Department of Athletics
A review of the Harvard Athletics Department released Friday by Faculty of Arts and Sciences Dean Claudine Gay found that while the Department provides a strong sense of community, many staff and student-athletes feel a sense of removal from FAS as a whole.
Robert L. Scalise’s family, from left to right, includes son Michael K. Scalise ‘10, daughter Rosemary S. Scalise ‘19, Robert L. Scalise, son Matthew R. Scalise ‘15, sister-in-law RoAnn Costin ‘74, daughter-in-law Breck Scalise, wife Maura C. Scalise ‘80, and Alexis D’ Nicolia ‘16.
Erin McDermott will serve as the first woman to head Harvard Athletics beginning July 1, Dean of the Faculty of Arts and Sciences Claudine Gay announced in an email to Harvard affiliates Thursday afternoon.
In the face of a financial crisis, Harvard Athletics has deferred all capital projects and is considering other cost-cutting moves.
Harvard will name its next Athletics Director by the end of the academic year despite a University-wide hiring freeze implemented in response to the coronavirus crisis.
Dean of the Faculty of Arts and Sciences Claudine Gay said in an interview Thursday that a multitude of reviews and administrator searches underway across the FAS remain on schedule, despite the novel coronavirus pandemic.
Varsity athletes whose spring seasons were canceled due to the coronavirus will not be able to use their extra year of National Collegiate Athletics Association eligibility at Harvard by taking a semester off, according to a Thursday email from Athletics Director Robert L. Scalise.
The Ivy League and Harvard recently announced they would not allow students an extra year of eligibility due to the coronavirus despite an NCAA allowance. But many Harvard athletes say they did not consider doing so in the first place.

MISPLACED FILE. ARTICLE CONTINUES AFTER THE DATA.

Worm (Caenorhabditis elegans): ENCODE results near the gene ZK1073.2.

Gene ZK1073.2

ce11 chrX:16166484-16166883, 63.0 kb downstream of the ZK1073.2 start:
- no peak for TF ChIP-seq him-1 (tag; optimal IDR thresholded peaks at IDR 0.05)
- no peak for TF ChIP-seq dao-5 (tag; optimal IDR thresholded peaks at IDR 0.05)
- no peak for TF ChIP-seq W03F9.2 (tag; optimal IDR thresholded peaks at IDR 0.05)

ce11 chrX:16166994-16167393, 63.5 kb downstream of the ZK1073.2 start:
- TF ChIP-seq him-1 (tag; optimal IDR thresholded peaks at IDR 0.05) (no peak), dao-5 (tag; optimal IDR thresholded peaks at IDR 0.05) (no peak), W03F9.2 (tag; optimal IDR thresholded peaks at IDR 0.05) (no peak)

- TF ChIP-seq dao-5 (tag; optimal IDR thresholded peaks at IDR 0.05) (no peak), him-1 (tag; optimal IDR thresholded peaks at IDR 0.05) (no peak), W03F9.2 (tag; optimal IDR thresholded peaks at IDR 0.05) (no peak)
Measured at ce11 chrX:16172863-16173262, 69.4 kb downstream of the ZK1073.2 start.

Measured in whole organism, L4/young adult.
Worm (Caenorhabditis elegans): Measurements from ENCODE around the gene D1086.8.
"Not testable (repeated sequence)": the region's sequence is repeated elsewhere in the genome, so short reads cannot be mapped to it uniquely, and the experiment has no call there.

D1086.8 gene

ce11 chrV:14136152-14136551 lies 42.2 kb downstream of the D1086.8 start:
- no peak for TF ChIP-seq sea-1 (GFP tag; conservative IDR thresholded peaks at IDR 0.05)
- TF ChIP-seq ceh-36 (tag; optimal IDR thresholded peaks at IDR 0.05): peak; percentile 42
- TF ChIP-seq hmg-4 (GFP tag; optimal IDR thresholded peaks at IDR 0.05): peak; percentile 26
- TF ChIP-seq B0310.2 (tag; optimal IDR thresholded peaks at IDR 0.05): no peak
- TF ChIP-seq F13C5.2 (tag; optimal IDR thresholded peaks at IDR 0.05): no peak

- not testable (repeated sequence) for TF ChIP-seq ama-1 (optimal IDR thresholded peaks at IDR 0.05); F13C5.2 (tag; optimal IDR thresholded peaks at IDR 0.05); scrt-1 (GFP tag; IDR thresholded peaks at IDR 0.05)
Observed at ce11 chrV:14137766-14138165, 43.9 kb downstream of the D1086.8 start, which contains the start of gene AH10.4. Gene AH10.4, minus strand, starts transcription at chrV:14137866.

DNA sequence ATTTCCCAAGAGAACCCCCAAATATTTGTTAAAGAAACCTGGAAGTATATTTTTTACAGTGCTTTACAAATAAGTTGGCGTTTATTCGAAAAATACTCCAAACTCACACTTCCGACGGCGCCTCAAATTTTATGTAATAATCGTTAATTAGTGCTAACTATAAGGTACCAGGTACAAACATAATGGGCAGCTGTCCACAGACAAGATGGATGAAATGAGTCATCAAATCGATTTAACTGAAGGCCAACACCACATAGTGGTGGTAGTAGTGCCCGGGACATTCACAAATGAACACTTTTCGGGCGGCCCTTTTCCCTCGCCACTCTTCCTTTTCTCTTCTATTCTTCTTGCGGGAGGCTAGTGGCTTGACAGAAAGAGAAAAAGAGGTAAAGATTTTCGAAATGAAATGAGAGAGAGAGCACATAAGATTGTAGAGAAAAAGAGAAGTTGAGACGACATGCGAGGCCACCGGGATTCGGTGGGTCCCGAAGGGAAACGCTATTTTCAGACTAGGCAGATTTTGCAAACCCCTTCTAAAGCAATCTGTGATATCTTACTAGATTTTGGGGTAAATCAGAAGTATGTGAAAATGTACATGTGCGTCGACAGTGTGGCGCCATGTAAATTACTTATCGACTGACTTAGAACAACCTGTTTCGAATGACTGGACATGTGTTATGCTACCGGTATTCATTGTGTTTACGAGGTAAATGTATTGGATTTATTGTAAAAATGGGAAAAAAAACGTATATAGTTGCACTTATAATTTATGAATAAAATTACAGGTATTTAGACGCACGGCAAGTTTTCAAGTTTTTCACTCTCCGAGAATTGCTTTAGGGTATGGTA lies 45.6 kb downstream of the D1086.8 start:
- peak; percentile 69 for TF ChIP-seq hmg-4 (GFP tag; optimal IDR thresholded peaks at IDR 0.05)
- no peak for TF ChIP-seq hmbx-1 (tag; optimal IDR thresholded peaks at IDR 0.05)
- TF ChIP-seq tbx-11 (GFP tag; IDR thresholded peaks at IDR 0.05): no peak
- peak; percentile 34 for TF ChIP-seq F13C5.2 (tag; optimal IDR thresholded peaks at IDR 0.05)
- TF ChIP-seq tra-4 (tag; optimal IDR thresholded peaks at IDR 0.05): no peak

The Ivy League will not change its policies to allow graduate students to compete in varsity athletics despite the spring athletic season being cut short due to coronavirus, the athletic conference ruled Thursday afternoon.
As a result of the NCAA’s rule, this spring thousands of high school athletes across the country will not tour campuses or meet with coaches.
Harvard athletes will not suit up for another practice or game this academic year as a result of Wednesday’s decisive decision by the eight Ivy League university presidents to cancel all athletics events amid the coronavirus outbreak.
As coronavirus concerns spoil plans for events across Harvard’s campus, Harvard Athletics will require many student-athletes to sit out from trips and tournaments.
Harvard Athletics Director Robert L. Scalise said he welcomes the new opportunities for student-athletes that will come when the School of Engineering and Applied Sciences joins the Athletics Department on the other side of the Charles river, completing its imminent move to Allston.
Harvard Athletics Director Robert L. Scalise said he does not support specialized academic programs geared toward student-athletes sprouting up in Cambridge.
Harvard Athletics Director Robert L. Scalise said in a Tuesday interview that it is “healthy” that roughly one in four Harvard student-athletes drops their sport during their time at Harvard.
Though hundreds of members of the Class of 2020 have suited up for Harvard’s 42 varsity athletic teams during their time at the College, more than one in four athletes ended up quitting their teams, according to online roster data.